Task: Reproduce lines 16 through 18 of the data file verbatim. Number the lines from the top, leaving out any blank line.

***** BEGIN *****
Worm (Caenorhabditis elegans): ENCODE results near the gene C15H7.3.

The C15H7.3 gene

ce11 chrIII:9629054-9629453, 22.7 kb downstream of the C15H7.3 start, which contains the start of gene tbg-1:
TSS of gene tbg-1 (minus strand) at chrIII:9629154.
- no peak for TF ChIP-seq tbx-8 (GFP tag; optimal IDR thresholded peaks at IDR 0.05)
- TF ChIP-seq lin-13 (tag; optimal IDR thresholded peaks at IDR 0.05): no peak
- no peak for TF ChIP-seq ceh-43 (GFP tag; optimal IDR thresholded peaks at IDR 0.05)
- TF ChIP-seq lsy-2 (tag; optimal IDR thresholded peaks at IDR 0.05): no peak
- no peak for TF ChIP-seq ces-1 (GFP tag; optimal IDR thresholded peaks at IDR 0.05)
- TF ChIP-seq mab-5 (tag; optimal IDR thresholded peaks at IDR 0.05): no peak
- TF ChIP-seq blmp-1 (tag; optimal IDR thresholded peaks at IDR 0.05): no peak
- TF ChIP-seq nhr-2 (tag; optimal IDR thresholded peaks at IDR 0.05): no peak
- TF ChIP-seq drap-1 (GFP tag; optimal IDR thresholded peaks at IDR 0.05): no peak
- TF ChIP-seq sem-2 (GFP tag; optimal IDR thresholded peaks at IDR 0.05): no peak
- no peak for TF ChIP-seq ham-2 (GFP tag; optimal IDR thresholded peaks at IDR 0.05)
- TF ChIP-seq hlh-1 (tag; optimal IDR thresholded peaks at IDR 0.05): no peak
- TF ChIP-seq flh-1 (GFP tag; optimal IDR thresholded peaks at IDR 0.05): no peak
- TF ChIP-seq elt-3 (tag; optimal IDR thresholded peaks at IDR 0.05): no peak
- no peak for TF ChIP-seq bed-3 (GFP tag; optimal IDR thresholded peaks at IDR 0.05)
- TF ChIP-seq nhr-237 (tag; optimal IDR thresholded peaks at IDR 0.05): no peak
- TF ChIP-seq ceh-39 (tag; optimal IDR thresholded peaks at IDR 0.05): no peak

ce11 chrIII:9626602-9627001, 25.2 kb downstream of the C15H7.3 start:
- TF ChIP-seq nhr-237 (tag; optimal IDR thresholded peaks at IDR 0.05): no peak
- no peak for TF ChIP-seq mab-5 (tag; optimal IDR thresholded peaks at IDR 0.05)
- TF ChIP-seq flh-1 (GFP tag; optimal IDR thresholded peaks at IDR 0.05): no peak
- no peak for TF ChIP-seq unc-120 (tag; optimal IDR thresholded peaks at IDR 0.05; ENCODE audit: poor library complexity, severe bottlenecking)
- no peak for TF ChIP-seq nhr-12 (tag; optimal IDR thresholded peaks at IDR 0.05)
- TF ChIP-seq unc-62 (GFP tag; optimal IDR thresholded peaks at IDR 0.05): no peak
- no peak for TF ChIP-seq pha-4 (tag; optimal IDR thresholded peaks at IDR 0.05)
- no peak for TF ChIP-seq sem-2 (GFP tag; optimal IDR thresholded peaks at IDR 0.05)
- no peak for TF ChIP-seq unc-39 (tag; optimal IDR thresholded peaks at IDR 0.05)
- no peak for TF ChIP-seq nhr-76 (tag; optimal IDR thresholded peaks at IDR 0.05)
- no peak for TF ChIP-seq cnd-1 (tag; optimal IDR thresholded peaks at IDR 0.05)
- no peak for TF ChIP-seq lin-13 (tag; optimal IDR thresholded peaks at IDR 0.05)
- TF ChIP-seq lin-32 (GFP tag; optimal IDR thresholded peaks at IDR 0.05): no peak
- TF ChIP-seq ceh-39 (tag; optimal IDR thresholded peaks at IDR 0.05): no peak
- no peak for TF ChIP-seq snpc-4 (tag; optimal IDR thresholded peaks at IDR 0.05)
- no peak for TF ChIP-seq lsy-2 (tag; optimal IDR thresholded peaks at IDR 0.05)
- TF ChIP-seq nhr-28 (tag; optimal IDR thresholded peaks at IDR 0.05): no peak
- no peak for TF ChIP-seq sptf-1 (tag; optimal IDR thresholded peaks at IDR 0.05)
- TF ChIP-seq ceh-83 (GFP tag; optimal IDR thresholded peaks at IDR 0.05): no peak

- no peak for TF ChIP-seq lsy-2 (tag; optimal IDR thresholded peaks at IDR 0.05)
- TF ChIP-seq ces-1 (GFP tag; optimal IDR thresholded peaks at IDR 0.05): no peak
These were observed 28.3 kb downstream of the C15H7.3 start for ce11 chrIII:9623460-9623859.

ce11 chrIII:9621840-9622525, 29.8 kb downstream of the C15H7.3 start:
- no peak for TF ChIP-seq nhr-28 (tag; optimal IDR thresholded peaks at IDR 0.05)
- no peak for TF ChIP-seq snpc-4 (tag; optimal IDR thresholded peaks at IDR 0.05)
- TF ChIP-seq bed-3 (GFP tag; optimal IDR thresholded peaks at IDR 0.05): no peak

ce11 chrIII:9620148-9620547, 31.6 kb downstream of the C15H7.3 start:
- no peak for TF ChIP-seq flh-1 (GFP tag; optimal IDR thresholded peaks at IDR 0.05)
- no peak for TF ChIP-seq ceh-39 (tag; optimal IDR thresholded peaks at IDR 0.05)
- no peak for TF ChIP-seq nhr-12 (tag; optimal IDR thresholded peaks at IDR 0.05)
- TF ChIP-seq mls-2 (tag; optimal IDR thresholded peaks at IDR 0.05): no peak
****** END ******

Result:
- TF ChIP-seq hlh-1 (tag; optimal IDR thresholded peaks at IDR 0.05): no peak
- TF ChIP-seq flh-1 (GFP tag; optimal IDR thresholded peaks at IDR 0.05): no peak
- TF ChIP-seq elt-3 (tag; optimal IDR thresholded peaks at IDR 0.05): no peak